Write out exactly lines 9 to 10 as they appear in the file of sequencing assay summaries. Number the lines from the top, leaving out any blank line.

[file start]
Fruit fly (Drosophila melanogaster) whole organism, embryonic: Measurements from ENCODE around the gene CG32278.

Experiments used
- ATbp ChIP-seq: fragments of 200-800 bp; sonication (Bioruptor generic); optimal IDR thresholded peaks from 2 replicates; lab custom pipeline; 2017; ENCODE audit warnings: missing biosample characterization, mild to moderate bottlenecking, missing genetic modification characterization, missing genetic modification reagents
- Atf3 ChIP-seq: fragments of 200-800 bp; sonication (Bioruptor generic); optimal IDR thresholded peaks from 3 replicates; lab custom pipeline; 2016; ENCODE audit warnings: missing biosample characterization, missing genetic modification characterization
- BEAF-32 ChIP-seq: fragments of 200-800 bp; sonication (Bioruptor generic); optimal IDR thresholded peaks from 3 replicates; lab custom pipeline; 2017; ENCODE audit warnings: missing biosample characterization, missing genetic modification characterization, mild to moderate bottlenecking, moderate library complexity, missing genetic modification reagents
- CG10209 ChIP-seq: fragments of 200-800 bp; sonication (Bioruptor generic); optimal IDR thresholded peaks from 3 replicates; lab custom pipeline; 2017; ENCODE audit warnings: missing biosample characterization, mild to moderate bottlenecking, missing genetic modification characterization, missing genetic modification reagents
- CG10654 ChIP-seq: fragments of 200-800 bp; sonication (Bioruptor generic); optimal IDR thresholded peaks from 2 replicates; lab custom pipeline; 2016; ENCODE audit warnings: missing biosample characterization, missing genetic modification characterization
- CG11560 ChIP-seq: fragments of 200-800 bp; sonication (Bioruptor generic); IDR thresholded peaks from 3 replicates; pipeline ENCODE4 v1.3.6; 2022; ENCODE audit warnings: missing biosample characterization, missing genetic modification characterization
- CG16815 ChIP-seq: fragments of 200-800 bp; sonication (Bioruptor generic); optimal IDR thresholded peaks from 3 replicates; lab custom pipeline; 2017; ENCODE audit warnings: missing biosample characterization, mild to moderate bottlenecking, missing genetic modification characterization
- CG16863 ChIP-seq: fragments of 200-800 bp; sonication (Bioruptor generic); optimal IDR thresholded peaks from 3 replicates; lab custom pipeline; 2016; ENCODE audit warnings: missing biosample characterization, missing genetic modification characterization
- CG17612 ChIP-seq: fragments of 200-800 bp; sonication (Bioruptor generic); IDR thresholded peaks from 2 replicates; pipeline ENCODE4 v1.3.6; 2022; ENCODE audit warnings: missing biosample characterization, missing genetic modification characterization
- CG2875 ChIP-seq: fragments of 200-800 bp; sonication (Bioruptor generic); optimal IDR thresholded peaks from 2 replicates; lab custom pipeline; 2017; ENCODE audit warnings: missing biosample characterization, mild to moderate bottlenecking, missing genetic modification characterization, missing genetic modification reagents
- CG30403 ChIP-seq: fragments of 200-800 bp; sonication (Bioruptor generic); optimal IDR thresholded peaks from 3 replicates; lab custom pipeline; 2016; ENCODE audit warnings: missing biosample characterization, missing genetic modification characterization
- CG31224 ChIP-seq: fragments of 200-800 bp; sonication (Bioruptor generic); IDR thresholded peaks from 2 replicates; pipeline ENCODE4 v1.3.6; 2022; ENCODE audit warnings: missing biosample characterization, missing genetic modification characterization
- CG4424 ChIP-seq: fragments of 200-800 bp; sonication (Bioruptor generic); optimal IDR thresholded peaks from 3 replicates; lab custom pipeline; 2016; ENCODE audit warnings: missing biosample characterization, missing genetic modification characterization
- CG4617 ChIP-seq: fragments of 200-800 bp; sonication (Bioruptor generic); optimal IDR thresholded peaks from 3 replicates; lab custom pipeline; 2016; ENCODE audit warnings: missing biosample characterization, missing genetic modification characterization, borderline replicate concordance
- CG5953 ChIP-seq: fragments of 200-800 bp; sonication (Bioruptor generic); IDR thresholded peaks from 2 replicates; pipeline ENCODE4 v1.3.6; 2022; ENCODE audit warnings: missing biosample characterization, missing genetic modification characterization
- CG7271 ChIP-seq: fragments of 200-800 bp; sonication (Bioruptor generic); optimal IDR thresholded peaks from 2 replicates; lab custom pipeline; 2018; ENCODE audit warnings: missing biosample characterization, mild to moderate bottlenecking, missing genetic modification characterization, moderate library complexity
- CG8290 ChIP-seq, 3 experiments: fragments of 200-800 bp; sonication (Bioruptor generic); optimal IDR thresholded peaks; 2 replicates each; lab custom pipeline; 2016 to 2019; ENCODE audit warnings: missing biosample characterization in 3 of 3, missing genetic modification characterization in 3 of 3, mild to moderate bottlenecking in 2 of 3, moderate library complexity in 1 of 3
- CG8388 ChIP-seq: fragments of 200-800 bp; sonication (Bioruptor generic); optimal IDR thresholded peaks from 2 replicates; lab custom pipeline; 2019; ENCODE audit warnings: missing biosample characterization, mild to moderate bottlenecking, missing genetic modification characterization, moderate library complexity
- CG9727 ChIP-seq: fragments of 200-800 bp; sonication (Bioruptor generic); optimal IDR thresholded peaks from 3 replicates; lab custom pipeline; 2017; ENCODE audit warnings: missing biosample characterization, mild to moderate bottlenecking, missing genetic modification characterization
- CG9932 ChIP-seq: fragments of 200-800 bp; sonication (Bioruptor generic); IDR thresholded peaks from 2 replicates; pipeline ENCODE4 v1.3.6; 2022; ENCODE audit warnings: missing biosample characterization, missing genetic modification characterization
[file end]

- CG16815 ChIP-seq: fragments of 200-800 bp; sonication (Bioruptor generic); optimal IDR thresholded peaks from 3 replicates; lab custom pipeline; 2017; ENCODE audit warnings: missing biosample characterization, mild to moderate bottlenecking, missing genetic modification characterization
- CG16863 ChIP-seq: fragments of 200-800 bp; sonication (Bioruptor generic); optimal IDR thresholded peaks from 3 replicates; lab custom pipeline; 2016; ENCODE audit warnings: missing biosample characterization, missing genetic modification characterization